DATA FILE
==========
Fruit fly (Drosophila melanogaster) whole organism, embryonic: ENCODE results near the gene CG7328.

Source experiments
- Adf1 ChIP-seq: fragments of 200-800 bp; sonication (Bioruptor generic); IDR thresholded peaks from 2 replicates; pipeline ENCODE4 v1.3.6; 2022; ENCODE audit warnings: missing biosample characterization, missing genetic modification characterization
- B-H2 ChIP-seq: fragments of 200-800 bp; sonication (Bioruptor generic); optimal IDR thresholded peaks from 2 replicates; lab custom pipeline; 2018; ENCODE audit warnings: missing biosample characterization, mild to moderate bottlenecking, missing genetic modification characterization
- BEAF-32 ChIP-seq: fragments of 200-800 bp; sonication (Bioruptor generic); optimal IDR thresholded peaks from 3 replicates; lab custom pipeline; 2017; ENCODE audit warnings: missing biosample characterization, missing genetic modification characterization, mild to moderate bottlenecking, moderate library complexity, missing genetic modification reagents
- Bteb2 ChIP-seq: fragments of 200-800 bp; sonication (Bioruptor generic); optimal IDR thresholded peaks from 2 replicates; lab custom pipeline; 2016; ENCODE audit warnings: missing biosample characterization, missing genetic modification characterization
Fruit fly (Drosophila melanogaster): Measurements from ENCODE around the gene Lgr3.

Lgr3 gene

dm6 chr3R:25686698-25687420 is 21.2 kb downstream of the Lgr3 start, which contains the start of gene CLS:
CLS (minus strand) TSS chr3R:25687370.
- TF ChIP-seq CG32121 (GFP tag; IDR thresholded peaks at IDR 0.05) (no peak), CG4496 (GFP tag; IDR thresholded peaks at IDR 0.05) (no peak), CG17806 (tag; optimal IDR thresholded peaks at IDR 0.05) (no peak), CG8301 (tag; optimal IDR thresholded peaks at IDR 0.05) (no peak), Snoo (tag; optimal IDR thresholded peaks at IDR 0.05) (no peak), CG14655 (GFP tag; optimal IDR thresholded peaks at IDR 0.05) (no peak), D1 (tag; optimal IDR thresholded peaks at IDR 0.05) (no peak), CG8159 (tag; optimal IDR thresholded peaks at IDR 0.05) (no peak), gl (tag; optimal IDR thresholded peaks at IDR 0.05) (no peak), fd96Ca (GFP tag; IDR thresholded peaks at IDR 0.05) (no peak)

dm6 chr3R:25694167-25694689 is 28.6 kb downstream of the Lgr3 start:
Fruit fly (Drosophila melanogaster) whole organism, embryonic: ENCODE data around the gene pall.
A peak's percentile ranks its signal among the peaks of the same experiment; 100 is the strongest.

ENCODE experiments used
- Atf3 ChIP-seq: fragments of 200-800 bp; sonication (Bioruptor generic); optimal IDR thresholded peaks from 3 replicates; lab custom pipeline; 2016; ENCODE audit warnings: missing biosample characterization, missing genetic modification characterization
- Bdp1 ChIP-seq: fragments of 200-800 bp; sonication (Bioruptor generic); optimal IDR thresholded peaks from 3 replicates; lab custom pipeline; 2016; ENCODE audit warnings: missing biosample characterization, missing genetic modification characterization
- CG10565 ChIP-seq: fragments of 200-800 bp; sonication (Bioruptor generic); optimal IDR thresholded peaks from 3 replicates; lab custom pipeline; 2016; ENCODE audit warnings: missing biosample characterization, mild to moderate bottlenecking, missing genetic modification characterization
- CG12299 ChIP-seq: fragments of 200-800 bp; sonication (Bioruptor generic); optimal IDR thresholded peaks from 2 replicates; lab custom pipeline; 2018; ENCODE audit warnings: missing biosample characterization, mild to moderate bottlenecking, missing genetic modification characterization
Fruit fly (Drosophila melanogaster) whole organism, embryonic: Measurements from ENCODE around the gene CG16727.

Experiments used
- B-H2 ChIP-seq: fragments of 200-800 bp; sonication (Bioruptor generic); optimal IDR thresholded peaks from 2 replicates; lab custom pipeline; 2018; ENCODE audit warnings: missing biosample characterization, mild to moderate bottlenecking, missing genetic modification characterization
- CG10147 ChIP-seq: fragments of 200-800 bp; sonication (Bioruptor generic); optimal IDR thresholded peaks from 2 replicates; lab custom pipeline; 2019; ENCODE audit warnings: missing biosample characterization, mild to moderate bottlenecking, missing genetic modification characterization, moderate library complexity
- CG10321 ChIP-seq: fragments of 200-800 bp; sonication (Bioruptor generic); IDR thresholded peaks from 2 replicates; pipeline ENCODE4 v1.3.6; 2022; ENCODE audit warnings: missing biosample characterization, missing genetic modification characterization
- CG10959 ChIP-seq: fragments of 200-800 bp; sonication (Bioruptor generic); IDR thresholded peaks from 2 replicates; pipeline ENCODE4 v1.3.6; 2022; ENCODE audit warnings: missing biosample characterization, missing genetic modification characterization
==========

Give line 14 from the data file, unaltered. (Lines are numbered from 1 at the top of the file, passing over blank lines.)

A peak's percentile ranks its signal among the peaks of the same experiment; 100 is the strongest.